As these enterprises grew, they altered the basic structure of major sectors and of the economy as a whole.
What is more, Hoskin and Macve (1990) suggested that managers have to become 'literate', which means that they have to be able to perform their roles by using writing-based organisational systems. Meanwhile, they suggested that "to undergo a formal Management Education is to go back to the source: competition, fear of failure, norms, tragets, success, status." (Hoskin & Macve, 1990, p22).
The Balanced Scorecard
During the period of recent decades, the field of management accounting has developed many innovations and new ideas, including activity based management, strategic cost management, economic value added and target costing. Such concepts have become more and more popular and are regularly discussed in different management accounting books. Nowadays, these concepts have also been introduced into practice in many organisations. One of the innovations in management accounting stated by Seal et al (2012) is the balanced scorecard. Balanced Scorecard was originally introduced by Robert Kaplan and David Norton. Traditionally, financial reports provided information to show how an organisation performed historically, but not much information offered about how the organisation might perform in the future. For instance, an organisation may choose to slow down the delivery time in order to increase current profit rate. However, this action may result in decreased earnings in the future due to reduced customer satisfaction. In order to solve this issue, as a performance measurement system,the balanced scorecard does not only consider beyond standard financial measures, but it also take customer, learning measures and business process into consideration: a) Financial perspective: involves measures including economic value added, operating income, and return on capital employed; b) Customer perspective: involves measures such as customer retention, market share in target segments, and customer satisfaction; c) Learning and growth perspective: involves measures including employee retention, skill sets, and employee satisfaction; d) Business process perspective: involves measures including quality, throughput, and costs etc. These four perspectives can be concluded in a diagram, which is shown as Diagram 1. Diagram 1 showed that balances exist between internal and external measures; subjective and objective measure; and performance results and the drivers of future results. There is not only involvement of these four perspectives, but also a logic link. Because learning and growth improves the business processes, which lead to a better value to the customer, which again in turn improves the financial performance.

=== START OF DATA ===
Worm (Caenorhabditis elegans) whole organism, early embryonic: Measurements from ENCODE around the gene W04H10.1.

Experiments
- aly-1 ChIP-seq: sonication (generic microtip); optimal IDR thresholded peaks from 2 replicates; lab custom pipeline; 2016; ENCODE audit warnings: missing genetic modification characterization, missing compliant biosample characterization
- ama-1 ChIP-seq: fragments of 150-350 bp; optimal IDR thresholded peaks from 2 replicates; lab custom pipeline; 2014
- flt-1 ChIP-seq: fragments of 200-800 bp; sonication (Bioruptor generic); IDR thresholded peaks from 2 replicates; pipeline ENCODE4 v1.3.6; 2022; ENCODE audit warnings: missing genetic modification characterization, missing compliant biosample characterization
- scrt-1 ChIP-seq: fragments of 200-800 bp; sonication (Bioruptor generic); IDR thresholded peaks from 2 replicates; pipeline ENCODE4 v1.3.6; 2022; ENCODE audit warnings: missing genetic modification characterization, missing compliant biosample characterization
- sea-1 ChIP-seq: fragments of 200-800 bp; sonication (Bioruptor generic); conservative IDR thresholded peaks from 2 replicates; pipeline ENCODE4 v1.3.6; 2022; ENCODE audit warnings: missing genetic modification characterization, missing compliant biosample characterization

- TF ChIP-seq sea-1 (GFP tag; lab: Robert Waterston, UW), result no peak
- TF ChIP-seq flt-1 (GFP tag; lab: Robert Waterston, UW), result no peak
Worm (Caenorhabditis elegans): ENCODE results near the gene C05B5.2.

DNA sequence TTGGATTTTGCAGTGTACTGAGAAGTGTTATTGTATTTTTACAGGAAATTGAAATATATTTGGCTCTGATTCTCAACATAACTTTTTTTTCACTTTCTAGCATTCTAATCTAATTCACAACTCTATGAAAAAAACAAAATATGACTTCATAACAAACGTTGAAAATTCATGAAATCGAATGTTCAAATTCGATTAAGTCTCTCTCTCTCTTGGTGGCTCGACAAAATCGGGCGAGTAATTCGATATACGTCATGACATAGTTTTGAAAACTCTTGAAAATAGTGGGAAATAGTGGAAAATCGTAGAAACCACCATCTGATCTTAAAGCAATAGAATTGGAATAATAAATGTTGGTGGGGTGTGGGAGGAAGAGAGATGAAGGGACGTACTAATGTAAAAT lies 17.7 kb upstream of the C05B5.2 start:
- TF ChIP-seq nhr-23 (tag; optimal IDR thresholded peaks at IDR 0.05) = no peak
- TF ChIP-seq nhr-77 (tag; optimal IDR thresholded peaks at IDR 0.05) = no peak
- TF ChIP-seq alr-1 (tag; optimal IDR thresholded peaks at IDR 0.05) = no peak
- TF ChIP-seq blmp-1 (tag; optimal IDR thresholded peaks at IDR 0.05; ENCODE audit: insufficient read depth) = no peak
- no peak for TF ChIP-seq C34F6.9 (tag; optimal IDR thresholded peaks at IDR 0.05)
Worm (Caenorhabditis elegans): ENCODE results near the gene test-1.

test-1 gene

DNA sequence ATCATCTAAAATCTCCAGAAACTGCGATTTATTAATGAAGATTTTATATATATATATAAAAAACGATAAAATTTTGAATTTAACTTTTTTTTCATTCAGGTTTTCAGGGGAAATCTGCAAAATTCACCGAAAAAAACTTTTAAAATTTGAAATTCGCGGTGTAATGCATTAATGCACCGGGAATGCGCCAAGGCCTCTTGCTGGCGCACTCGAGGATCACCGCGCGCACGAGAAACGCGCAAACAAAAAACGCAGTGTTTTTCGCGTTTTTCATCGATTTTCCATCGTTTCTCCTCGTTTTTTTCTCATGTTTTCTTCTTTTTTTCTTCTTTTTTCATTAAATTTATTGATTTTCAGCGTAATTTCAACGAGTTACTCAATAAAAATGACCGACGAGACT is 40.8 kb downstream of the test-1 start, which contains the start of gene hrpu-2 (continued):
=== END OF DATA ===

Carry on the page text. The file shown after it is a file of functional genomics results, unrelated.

Always on Time
Marked to Standard
Diagram 1: Balanced Scorecard